Monday, March 10, 2008

Studio Visit: Tom Dubois, Wood Turner

On March 3, 2008, Jae and I traveled to the little coastal town of Eliot, Maine, to visit with wood turner Tom Dubois. We've carried Tom's work at Greenjeans almost since the beginning, but I'd never taken pictures at his workshop until last week!

Click here to view the Virtual Studio Visit pictures. We don't have his work on the website yet, but you can come see it at Greenjeans.

Tom is a licensed psychologist by trade, but keeps a workshop for wood turning, which is his passion. He writes, “In shaping wood I imagine that the spirit of the tree is found and released in a new form, and in each piece I try to bring out the inherent character of the color, texture, and figure of the wood. Every vessel is a celebration of the wood from which it is made."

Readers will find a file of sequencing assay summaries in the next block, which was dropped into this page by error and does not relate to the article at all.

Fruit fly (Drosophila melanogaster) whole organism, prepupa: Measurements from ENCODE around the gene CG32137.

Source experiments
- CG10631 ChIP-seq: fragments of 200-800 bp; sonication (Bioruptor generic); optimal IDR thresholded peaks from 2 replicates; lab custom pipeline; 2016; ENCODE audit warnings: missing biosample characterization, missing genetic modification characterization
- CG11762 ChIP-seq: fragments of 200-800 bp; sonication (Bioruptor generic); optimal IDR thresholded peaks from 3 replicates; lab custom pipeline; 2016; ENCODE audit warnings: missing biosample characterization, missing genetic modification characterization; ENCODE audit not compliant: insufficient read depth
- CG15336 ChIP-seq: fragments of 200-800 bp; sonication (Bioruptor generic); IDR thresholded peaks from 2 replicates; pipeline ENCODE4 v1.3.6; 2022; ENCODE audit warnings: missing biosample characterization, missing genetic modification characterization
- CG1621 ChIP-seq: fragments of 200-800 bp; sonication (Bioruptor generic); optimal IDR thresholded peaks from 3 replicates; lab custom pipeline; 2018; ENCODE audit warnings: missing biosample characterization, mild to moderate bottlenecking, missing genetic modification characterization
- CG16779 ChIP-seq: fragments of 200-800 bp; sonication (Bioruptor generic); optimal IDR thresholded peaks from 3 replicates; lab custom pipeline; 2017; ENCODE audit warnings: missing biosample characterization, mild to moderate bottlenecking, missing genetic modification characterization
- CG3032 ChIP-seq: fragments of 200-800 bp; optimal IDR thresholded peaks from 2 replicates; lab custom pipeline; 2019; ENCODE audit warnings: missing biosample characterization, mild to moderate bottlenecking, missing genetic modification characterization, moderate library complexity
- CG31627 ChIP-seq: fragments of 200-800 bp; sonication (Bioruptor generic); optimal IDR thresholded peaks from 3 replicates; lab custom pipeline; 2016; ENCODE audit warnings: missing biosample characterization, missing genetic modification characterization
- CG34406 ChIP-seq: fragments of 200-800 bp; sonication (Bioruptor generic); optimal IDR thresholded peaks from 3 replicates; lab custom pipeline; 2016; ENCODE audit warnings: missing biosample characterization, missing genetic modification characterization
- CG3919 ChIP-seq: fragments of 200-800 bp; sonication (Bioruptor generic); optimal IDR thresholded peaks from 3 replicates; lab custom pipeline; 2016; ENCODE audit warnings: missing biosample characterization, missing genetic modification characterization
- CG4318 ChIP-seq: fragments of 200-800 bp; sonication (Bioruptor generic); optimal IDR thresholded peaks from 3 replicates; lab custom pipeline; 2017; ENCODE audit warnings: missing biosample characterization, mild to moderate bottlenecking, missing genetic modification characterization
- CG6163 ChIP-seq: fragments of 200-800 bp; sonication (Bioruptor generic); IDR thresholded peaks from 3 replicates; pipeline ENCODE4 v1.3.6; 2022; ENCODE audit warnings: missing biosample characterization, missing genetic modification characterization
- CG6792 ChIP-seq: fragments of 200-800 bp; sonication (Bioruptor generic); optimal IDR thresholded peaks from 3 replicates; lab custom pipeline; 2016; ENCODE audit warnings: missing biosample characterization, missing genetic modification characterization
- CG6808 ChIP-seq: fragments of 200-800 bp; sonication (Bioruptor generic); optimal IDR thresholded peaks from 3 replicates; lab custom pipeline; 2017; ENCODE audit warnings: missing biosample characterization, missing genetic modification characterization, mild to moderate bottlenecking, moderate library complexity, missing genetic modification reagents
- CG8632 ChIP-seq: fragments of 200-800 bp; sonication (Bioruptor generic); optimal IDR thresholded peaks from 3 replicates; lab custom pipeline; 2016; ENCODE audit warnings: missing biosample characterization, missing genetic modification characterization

He continues, “There is a timeless beauty and universality in certain vessel forms. My shapes and forms are sometimes influenced by my wife who is a painter, and I am often inspired by the work of artists in other media such as pottery and glass.”

Tom works with different kinds of wood from all over the world, much of which he purchases on Ebay. The hunt for interesting samples, he says, is addictive. But the process of making a piece is long. After shaping the wood into a rough form, or blank, it must be seasoned, or left to breathe and dry, for at least one year.

Then Tom takes it up again and uses lathes and chisels to shape, or turn, the wood. He finishes the wood with various methods, from giving it a good rub of linseed oil and wax, to applying a hard varnish, to leaving it as it is. Some pieces are topped with small aluminum finials, which Tom also fabricates by hand on his metal lathe.

It is always a pleasure to visit with Tom, who shares his home with wife Anne, who is a wonderful painter, and their hilariously playful corgi Morry. We look forward to next time!

Posted by Amy Shaw for Greenjeans. Images by Greenjeans. Top to bottom: Tom with an unusual root burl; Tom handling a work-in-progress; new work arranged atop his piano in the house; the view out his workshop window.

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